The following is the first few sections of a chapter from The Busy Coder's Guide to Android Development, plus headings for the remaining major sections, to give you an idea about the content of the chapter.


Tutorial #10 - Rigging Up a ViewPager

A ViewPager is a fairly slick way to present a digital book. You can have individual portions of the book be accessed by horizontal swiping, with the prose within a portion accessed by scrolling vertically. While not offering “page-at-a-time” models used by some book reader software, it is much simpler to set up.

So, that’s the approach we will use with EmPubLite. Which means, among other things, that we need to add a ViewPager to the app.

This is a continuation of the work we did in the previous tutorial.

You can find the results of the previous tutorial and the results of this tutorial in the book’s GitHub repository.

Step #1: Add a ViewPager to the Layout

Right now, the main layout used by EmPubLiteActivity just has a TextView. We need to change that to have our ViewPager.

Since ViewPager is not available for drag-and-drop through the IDE graphical layout editors, even IDE users are going to have to dive into the layout XML this time.

Open up res/layout/main.xml and switch to the Text sub-tab to see the raw XML. Replace its contents with:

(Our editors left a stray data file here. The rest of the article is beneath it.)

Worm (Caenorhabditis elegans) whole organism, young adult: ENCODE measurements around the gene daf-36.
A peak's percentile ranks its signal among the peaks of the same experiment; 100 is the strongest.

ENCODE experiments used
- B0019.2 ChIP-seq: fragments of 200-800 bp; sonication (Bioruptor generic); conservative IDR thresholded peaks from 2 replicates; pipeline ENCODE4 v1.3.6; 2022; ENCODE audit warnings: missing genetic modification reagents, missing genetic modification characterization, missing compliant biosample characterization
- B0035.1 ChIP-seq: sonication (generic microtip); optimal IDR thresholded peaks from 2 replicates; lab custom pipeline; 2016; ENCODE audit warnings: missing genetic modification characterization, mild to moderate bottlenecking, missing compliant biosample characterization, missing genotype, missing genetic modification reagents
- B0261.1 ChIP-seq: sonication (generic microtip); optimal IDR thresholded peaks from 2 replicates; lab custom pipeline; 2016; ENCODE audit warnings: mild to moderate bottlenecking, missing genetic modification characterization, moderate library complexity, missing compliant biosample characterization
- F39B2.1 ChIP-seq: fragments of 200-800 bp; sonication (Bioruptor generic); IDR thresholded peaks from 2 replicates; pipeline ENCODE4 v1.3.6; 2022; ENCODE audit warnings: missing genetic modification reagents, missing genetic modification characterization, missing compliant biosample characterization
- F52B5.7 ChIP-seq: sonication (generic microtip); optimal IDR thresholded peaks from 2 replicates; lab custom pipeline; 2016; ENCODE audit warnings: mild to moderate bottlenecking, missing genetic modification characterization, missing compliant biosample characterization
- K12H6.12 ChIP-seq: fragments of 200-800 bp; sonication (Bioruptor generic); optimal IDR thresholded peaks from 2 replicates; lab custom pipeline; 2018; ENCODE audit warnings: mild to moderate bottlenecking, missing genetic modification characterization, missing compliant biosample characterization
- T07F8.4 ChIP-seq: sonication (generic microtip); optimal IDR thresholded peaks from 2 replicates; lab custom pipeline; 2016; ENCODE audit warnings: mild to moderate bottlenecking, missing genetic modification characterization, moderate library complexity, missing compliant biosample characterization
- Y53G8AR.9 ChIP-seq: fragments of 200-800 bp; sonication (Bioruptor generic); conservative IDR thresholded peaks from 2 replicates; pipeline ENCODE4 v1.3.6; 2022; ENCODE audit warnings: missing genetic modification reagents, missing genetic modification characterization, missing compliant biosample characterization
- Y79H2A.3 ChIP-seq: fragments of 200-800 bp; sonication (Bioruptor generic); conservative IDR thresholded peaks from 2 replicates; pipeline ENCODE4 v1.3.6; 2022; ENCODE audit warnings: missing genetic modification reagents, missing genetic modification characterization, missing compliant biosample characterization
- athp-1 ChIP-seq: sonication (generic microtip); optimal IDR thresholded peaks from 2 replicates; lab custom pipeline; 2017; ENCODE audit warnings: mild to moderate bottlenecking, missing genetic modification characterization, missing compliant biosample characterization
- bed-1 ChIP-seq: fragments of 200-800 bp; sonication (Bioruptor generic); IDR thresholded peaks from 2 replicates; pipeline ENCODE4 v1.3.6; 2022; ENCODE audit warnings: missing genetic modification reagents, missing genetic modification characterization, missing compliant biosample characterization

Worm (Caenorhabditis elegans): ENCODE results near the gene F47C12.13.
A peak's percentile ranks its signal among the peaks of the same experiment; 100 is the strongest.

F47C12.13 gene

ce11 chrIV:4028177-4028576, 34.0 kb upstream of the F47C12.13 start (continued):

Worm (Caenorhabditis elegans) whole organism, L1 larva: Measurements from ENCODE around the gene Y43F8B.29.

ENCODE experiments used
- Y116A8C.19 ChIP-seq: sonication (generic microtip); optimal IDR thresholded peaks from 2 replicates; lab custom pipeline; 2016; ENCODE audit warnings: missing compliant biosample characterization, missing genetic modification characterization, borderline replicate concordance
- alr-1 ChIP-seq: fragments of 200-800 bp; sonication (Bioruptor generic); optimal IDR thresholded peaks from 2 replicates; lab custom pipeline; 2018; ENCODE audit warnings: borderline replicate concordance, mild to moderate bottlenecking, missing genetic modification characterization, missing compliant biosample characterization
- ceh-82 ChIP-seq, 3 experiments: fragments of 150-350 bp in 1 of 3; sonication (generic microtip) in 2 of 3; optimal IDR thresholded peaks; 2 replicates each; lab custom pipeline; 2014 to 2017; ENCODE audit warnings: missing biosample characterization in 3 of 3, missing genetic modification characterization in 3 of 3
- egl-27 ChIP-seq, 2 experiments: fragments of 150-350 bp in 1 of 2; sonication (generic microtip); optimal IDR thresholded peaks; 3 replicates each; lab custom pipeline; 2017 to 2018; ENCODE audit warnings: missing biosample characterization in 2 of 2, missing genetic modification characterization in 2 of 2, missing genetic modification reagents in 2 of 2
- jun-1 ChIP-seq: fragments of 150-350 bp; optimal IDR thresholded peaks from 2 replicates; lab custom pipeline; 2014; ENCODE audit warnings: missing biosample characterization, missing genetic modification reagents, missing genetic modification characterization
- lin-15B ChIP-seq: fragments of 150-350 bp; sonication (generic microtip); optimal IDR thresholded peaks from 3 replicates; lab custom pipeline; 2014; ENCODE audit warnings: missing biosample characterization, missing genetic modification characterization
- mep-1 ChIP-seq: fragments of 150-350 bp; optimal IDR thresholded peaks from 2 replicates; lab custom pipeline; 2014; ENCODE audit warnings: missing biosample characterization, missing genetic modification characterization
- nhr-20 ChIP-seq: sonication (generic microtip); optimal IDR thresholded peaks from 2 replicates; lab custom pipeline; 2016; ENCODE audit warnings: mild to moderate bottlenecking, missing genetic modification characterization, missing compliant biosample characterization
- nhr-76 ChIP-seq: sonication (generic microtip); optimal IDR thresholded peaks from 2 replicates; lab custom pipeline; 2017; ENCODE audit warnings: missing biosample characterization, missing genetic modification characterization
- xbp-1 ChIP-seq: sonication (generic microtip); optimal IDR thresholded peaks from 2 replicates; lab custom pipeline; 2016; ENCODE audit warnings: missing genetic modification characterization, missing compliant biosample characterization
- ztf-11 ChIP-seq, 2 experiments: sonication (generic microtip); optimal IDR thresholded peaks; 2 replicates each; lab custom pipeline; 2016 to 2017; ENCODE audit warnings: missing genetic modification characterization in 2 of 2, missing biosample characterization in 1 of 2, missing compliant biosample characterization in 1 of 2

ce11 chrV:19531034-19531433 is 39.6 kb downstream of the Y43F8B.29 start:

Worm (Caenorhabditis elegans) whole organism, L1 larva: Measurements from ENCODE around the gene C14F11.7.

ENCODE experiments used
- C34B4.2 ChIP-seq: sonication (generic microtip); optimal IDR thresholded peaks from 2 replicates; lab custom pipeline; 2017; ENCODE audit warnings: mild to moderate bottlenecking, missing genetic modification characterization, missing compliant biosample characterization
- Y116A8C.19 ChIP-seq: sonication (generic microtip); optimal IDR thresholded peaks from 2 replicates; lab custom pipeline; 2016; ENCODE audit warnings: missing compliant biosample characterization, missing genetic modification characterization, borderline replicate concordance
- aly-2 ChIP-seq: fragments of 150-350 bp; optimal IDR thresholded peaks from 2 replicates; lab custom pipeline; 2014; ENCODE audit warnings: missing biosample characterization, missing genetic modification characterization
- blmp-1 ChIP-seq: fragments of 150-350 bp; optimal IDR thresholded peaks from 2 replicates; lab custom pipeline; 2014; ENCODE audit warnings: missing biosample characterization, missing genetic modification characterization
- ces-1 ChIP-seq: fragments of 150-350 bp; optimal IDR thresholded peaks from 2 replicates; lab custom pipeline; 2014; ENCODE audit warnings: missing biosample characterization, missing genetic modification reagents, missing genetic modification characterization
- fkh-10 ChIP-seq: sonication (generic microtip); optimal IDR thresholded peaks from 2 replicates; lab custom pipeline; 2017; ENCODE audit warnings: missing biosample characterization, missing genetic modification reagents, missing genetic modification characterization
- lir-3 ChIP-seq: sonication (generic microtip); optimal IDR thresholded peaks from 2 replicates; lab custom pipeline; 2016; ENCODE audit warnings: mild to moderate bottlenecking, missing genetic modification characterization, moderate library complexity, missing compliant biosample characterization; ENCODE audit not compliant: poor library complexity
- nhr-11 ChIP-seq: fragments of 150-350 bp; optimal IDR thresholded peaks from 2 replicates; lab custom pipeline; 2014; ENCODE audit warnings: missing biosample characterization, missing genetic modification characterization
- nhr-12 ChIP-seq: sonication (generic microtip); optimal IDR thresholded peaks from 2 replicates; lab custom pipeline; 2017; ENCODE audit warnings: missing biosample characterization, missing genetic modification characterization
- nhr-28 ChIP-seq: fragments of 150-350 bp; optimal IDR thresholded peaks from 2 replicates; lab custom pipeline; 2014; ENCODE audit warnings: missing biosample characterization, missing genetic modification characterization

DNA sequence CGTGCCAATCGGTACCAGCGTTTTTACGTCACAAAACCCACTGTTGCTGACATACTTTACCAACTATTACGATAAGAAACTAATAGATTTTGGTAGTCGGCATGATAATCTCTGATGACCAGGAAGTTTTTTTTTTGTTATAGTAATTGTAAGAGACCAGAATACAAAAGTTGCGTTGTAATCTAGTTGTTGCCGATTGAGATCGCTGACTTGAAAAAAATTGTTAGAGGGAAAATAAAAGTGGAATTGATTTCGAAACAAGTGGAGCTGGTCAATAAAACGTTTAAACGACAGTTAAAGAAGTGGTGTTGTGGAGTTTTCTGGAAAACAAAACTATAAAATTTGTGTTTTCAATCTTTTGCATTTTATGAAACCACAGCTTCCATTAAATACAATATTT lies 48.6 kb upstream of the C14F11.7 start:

<?xml version="1.0" encoding="utf-8"?>
<LinearLayout xmlns:android="http://schemas.android.com/apk/res/android"
  xmlns:app="http://schemas.android.com/apk/res-auto"
  android:layout_width="match_parent"
  android:layout_height="match_parent"
  android:orientation="vertical">

  <io.karim.MaterialTabs
    android:id="@+id/tabs"
    android:layout_width="match_parent"
    android:layout_height="48dp"
    app:mtIndicatorColor="@color/colorAccent"
    app:mtSameWeightTabs="true"/>

  <android.support.v4.view.ViewPager
    android:id="@+id/pager"
    android:layout_width="match_parent"
    android:layout_height="match_parent">
  </android.support.v4.view.ViewPager>
</LinearLayout>

This adds our ViewPager, underneath a MaterialTabs, inside a vertical LinearLayout. MaterialTabs is an implementation of tabs for a ViewPager, one that we will explore in greater detail later in the book.

Step #2: Creating a ContentsAdapter

A ViewPager needs a PagerAdapter to populate its content, much like a ListView needs a ListAdapter. We cannot completely construct a PagerAdapter yet, as we still need to learn how to load up our book content from files. But, we can get part-way towards having a useful PagerAdapter now.

Right-click over the com.commonsware.empublite package in your java/ directory and choose New > Java Class from the context menu. Fill in ContentsAdapter as the name and click OK to create the empty class.

Then, replace the generated ContentsAdapter.java file with the following content:

package com.commonsware.empublite;

import android.app.Activity;
import android.app.Fragment;
import android.support.v13.app.FragmentStatePagerAdapter;

public class ContentsAdapter extends FragmentStatePagerAdapter {
  public ContentsAdapter(Activity ctxt) {
    super(ctxt.getFragmentManager());
  }

  @Override
  public Fragment getItem(int arg0) {
// TODO Auto-generated method stub
    return null;
  }

  @Override
  public int getCount() {
// TODO Auto-generated method stub
    return 0;
  }
}

If you prefer, you can view this file’s contents in your Web browser via this GitHub link.

Step #3: Setting Up the ViewPager

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In Our Next Episode…

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